The investigation shows that these companies have often worked closely with the World Bank, lobbying governments and international trade and standards organizations for changes in legislation and trade agreements to force the privatization of public waterworks.

While private companies still run only about 5 percent of the world's waterworks, their growth over the last 12 years has been enormous. In 1990, about 51 million people got their water from private companies, according to water analysts. That figure is now more than 300 million. The ICIJ investigation, which tracked the operations of the six most globally active water companies over a 12-year period, showed that by 2002, they ran drinking water distribution networks in at least 56 countries and two territories. In 1990, they had been active in only about a dozen countries.

Revenue growth, according to corporate annual reports reviewed by ICIJ, has tracked with the companies' overseas expansion. Vivendi Universal, the parent of Vivendi Environnement, reported earning over $5 billion in water-related revenue in 1990; by 2002 that had increased to over $12 billion. RWE, which moved into the world water market with its acquisition of Britain's Thames Water, increased its water revenue a whopping 9,786 percent - from $25 million in 1990 to $2.5 billion in fiscal 2002.

This explosive growth rate has raised concerns that a handful of private companies could soon control a large chunk of the world' s most vital resource. While the companies portray the expansion of private water as the natural response to a growing water shortage crisis, thoughtful observers point out the self-serving pitfalls of this approach.

"We must be extremely careful not to impose market forces on water because there are many more decisions that go into managing water " there are environmental decisions, social-culture decisions," said David Boys of the U.K.-based Public Services International. "If you commodify water and bring in market forces which will control it, and sideline any other concern other than profit, you are going to lose the ability to control it."

So far, privatization has been concentrated in poorer countries where the World Bank has used its financial leverage to force governments to privatize their water utilities in exchange for loans.

In Africa, the ICIJ examination of water company records showed that they have expanded into at least 10 countries from three in 1990; they are also active in at least 10 Asian countries and eight Latin American ones, three in North America, two in the Caribbean plus Puerto Rico, three in the Middle East plus the Gaza Strip, Australia/New Zealand and in 18 European nations, with most of the expansion in Eastern Europe. There, the European Bank for Reconstruction and Development has played a key role in encouraging countries to privatize in exchange for loans.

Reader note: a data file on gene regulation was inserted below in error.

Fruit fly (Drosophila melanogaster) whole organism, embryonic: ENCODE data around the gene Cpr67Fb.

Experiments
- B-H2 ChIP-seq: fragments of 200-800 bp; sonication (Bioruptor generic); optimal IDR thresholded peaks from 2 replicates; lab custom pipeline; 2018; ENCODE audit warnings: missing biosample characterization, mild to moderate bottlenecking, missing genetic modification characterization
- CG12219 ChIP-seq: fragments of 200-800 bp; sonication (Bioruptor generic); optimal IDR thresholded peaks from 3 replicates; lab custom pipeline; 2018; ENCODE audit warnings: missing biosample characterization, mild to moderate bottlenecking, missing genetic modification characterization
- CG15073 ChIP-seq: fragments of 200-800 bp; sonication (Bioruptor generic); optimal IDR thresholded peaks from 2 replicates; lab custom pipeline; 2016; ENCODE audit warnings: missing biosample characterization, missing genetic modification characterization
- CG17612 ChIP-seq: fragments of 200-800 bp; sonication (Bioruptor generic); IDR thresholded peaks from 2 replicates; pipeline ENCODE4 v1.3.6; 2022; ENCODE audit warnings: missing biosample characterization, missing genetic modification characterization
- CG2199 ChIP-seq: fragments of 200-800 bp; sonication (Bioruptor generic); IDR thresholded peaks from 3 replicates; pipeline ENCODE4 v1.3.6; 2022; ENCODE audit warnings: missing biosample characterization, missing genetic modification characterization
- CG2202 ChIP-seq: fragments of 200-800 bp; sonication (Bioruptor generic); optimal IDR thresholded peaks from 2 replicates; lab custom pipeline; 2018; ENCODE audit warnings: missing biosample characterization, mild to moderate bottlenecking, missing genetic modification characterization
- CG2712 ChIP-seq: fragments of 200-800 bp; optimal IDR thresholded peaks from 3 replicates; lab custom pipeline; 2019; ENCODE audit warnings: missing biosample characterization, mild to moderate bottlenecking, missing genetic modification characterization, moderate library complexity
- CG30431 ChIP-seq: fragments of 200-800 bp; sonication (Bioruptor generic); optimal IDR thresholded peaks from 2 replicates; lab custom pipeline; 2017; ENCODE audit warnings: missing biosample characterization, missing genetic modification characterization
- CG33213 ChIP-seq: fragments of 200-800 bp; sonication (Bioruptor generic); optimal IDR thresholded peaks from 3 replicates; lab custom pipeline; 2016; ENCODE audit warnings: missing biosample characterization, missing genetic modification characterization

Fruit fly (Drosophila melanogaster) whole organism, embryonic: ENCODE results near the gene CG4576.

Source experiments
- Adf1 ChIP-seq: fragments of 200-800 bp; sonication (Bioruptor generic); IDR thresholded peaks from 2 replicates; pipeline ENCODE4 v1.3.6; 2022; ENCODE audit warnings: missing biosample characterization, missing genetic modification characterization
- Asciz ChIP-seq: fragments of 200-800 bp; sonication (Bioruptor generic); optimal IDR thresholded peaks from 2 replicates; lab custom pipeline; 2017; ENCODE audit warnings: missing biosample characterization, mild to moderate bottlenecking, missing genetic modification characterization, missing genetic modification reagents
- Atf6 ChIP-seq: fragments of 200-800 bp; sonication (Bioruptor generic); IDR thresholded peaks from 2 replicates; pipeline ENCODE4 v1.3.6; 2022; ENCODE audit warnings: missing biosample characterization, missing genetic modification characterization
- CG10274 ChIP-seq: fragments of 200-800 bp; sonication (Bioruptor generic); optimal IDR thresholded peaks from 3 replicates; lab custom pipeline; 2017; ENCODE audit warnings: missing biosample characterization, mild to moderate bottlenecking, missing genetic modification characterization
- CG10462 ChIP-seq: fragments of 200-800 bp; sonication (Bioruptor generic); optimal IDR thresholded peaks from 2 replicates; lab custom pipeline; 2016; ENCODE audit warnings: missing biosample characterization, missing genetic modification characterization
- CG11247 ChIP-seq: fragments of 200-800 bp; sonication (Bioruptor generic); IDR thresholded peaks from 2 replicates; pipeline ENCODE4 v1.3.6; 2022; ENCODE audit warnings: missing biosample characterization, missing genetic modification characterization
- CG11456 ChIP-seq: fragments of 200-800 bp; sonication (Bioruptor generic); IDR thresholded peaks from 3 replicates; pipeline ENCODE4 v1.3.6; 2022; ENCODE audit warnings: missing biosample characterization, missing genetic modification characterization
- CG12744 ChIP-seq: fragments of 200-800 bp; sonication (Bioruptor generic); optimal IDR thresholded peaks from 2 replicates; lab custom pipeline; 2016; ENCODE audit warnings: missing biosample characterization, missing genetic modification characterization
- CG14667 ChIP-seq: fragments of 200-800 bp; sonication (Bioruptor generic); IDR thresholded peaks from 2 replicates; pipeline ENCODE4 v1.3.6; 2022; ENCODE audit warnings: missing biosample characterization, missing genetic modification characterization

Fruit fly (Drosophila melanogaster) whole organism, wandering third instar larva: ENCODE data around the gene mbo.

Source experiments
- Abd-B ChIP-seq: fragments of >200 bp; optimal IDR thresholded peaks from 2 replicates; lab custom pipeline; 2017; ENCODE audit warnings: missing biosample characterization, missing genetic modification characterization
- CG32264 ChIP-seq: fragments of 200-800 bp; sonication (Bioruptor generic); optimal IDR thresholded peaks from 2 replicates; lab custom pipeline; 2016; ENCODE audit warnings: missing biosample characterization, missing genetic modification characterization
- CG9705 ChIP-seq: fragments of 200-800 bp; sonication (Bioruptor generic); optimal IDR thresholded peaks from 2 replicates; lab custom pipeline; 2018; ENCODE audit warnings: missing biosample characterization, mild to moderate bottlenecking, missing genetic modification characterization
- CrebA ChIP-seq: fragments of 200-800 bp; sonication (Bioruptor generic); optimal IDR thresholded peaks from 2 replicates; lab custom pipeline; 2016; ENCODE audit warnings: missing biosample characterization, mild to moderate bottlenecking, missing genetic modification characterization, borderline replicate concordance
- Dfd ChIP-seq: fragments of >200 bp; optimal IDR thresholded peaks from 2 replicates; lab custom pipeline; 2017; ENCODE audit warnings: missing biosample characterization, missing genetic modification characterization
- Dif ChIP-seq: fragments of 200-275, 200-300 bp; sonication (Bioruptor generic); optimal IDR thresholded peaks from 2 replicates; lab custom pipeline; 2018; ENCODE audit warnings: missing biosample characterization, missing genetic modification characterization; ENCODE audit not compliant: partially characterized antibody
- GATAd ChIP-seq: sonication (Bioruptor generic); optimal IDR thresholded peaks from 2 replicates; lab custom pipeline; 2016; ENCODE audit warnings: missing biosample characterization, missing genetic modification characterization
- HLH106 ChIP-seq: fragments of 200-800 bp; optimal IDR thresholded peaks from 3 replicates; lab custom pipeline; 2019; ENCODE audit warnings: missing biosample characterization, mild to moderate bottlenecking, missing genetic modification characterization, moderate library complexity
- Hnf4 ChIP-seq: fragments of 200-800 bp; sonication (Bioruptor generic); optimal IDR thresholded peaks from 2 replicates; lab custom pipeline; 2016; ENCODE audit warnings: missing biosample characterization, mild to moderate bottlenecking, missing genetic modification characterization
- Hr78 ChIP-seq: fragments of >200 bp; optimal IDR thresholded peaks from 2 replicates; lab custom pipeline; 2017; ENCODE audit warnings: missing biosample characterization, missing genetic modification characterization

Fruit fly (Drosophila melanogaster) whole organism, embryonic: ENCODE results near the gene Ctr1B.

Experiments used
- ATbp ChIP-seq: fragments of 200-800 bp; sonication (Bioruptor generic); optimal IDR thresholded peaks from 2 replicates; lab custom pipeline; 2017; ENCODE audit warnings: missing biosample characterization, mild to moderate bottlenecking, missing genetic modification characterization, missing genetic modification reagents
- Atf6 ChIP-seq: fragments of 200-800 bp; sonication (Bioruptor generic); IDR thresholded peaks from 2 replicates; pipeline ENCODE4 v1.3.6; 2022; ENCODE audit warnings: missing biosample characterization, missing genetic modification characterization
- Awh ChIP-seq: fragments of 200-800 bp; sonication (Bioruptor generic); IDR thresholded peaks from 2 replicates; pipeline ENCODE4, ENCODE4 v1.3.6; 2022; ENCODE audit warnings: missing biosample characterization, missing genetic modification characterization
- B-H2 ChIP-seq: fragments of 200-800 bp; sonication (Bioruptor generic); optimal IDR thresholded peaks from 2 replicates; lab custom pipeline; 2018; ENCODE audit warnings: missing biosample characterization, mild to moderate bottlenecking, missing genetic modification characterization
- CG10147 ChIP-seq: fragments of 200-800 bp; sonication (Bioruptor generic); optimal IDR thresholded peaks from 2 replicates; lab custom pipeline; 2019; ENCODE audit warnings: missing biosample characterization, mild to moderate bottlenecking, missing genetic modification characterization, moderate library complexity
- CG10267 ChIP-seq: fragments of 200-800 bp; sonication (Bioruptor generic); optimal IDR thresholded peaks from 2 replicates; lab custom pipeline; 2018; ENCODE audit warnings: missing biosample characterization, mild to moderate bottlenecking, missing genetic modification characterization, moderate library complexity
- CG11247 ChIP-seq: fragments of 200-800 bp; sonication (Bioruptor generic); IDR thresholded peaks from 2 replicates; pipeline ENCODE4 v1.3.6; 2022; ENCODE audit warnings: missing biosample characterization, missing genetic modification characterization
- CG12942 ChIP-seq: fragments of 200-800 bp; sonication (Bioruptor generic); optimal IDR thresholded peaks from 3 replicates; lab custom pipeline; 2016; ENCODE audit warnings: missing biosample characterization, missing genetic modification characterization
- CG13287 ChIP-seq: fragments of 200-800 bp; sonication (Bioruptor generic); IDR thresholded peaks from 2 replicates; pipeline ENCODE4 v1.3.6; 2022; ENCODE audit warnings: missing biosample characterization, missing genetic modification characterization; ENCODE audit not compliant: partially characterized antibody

Having firmly established themselves in Europe, Africa, Latin America and Asia, the water companies are expanding into the far more lucrative market of the United States. In recent years, the three large European companies have gone on a buying spree of America's largest private water utility companies, including USFilter and American Water Works Co. Inc. Peter Spillett, a senior executive with RWE's water unit Thames, told ICIJ his company projects that within 10 years it will double its market to 150 million customers primarily because of expansion into the United States. So far, the Europeans have privatized waterworks in several mid-sized U.S. cities, including Indianapolis and Camden, N.J., and are trying to secure contracts in New Orleans. Their expansion, however, recently ran aground in Atlanta, where the city canceled its 20-year contract - the largest of its kind in the United States - with a Suez subsidiary after only four years and returned control to the public utility.

The water companies have also dramatically increased their lobbying and federal election campaign spending. In Washington, they have already secured beneficial tax law changes and are now trying to persuade Congress to pass laws that would force cash-strapped municipal governments to consider privatization of their waterworks in exchange for federal grants and loans. Government and industry studies have estimated that U.S. cities will need between $150 billion and $1 trillion over the next three decades to upgrade their aging waterworks.